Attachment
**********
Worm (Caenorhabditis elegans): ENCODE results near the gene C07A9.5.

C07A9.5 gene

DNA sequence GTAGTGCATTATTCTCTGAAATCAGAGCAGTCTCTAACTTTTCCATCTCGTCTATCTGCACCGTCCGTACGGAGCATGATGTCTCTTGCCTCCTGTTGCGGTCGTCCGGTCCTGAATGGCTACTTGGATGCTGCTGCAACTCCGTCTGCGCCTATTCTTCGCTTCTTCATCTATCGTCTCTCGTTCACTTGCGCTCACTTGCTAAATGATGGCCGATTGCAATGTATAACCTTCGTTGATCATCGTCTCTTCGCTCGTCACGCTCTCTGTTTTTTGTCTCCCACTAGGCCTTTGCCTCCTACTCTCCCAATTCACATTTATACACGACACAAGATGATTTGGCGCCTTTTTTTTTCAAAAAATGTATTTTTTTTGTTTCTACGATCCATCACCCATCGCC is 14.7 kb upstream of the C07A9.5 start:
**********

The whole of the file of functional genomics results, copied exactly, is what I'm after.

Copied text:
Worm (Caenorhabditis elegans): ENCODE results near the gene C07A9.5.

C07A9.5 gene

DNA sequence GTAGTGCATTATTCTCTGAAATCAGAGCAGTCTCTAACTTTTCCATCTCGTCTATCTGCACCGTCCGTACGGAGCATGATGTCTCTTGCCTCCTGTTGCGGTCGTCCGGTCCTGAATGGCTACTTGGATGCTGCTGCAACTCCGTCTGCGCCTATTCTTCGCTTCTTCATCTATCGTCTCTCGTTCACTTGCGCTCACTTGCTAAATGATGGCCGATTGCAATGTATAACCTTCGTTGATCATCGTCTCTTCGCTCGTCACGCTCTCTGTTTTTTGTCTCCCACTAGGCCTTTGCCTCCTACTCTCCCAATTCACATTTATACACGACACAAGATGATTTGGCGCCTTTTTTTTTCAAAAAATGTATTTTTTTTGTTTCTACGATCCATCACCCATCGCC is 14.7 kb upstream of the C07A9.5 start: